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Malcolm Bruce, 1880-1967

Workers Vanguard, Mid-May 1967

by Allan Engler

Malcolm Bruce, one of the leading figures in the history of Canadian working class politics, died April 29 at the age of 87.

Malcolm was a founding member of the Socialist Party of Canada, later the Communist Party, and then the League for Socialist Action—and a member of the CCF and NDP until his death.

At his funeral services members of all the left-wing tendencies were present: Arthur Turner, former NDP and CCF MLA and MP; Tom McEwen of the Communist Party; and representatives of the League for Socialist Action and the Progressive Workers Movement.

Malcolm was born in PEI in 1880. His first experience in the class struggle occurred in 1898 when he took part in the bricklayers strike in Sydney, N.S., where he worked as a helper building the foundries for the Dominion Steel Co.

In the early 1900’s he moved to the United States. He became a member of the Western Federation of Miners and worked in Utah and Butte, Montana. He became president of his local in Utah at the time of the Mooney-Billings case, two labor leaders who were framed for the assassination of the governor of that state. He played a leading role in their defense and became a close friend of Bill Haywood, the founder of the WFM and the IWW.

In 1912 he moved to Regina and worked as a carpenter, becoming a leader of the local during a general strike of building trade workers in 1913. He also became active in the Socialist Party of Canada, whose predecessor, the Provincial Association of Nova Scotia, he had been a member of in the early 1900s. In Regina he was one of the best known opponents of the First World War. He became unpopular for his support of the Irish Easter Rebellion in 1916; but his outspoken defense of James Connolly and his comrades made him the leader of those members of the SP who supported the Russian Revolution in 1917.

When the Socialist Party split over the question of joining the Third International, led by Lenin and Trotsky, the bulk of the Regina Branch, under Malcolm’s leadership, opted for membership in the Communist International.

He participated in the underground Communist Party launched in 1919—illegal due to the witch-hunt after the Winnipeg General Strike, and the spilling over of the hysteria of the Palmer raids in the U.S. He was a delegate, representing three prairie cities, at the founding of the Workers Party in 1921, and became editor of the party’s newspaper, The Worker, as well as a member of the central committee. A year or two later the Workers Party changed its name to the Communist Party.

After addressing a May Day meeting in Nova Scotia in the early 1920s he was charged with subversion, but escaped the province with the help of some members of the local police force who were sympathetic to the striking miners he was addressing. After running as a candidate for the Canadian Labor Party in Toronto in 1923—an election he almost won—charges were dropped.

He returned to the U.S. in the middle 1920s, trying to organize carpenters in the growing movie industry in Los Angeles and participating in the Communist Party there until he was deported several years later.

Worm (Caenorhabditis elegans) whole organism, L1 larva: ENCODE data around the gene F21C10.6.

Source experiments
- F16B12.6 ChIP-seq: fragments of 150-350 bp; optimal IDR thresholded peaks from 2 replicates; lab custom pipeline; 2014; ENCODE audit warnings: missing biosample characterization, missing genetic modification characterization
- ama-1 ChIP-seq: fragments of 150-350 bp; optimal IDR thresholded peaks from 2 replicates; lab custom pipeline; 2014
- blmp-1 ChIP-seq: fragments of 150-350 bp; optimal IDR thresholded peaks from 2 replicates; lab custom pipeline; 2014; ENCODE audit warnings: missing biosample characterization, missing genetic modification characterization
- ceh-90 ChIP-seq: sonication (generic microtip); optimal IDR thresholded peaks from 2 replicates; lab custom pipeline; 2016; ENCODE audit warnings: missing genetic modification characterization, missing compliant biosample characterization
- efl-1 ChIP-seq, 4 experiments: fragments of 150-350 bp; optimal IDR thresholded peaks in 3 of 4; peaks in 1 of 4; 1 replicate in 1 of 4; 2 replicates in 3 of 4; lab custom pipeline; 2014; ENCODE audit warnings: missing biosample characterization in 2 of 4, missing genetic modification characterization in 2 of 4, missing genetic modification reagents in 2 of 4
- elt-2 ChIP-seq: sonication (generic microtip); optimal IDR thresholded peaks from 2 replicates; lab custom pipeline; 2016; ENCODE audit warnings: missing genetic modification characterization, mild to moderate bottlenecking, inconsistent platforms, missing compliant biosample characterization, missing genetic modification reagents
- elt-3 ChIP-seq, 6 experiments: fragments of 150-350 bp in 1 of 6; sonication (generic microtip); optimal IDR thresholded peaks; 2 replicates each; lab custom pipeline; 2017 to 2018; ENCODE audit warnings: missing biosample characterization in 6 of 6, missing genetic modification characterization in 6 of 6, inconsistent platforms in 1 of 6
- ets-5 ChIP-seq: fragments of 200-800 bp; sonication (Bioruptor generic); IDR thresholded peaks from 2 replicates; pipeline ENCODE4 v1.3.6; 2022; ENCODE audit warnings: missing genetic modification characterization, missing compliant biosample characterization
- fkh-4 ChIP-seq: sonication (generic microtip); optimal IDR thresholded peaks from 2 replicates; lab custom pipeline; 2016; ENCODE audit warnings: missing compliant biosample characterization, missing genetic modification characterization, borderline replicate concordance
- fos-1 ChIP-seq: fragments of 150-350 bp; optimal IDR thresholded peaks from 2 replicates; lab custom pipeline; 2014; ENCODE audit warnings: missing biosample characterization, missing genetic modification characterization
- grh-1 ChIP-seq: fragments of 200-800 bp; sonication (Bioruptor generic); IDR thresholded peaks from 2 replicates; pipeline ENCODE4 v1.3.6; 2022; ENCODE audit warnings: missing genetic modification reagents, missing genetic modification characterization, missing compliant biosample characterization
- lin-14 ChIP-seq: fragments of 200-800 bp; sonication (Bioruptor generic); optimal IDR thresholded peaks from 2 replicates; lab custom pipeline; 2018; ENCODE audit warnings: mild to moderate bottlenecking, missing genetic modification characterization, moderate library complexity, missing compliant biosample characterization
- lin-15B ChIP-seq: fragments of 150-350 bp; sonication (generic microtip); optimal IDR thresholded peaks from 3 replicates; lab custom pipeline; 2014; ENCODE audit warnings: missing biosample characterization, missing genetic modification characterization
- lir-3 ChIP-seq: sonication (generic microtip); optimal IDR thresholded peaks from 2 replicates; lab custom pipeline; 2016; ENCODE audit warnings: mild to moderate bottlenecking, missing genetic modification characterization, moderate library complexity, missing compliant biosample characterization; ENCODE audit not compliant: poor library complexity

He returned to Canada, settling in Vancouver where he became editor of the BC weekly of the Communist Party. In 1931, he and six other CP leaders were jailed under the notorious Section 98 of the Criminal Code. He remained in jail for three years. After his release he participated in the Communist Party in Vancouver—until the early forties when he and dozens of other trade unionists and activists in the unemployed movement quit in opposition to its policy of "Liberal-Labor Coalition" and its growing bureaucratization.

During the late 1940’s he reactivated himself in the trade union movement and the CCF, becoming one of its most vocal left-wing spokesmen. He was an opponent of the Korean War, and an opponent of the witch-hunt.

During the middle 1950’s, when already over 70, Malcolm became convinced that Trotsky was right in his analysis of the degeneration of the Soviet Union and on the need to build a new International. He joined the Trotskyist movement in Vancouver.

Malcolm played a key role in convincing members of the CCF that the formation of the New Democratic Party—the merger of the CCF and the CLC—was a positive step. In 1961, Bruce, with Ruth Bullock, representing Vancouver socialists, and Ross Dowson. representing Toronto socialists, launched the League for Socialist Action.

In the last years of his life he became disillusioned with LSA support for the NDP, and resigned from the organization. But to the very end he considered himself a Trotskyist.

Malcolm was a close comrade of many of Canada’s best revolutionary fighters: Jack Kavanagh, leader of the B.C. Federation of Labor and founder of the One Big Union and the Communist Party, who very early became a Trotskyist; Maurice Spector, theoretical leader of the Canadian CP; Jack MacDonald, militant working class leader and first secretary of the Canadian CP—both expelled for Trotskyism Jim McLachlan, powerful miners' leader in Nova Scotia and Communist who died almost in disgrace in the party he did so much to build because he was critical of the Moscow Trials and the Liberal-Labor Coalition policy.

Malcolm and all of them were courageous, dedicated, and determined men. Today they are forgotten, by the trade union movement and the working class organizations they did so much to build.

The new generation of militant workers and socialists have the responsibility of restoring them to their rightful places of honor in the history of the Canadian working class.

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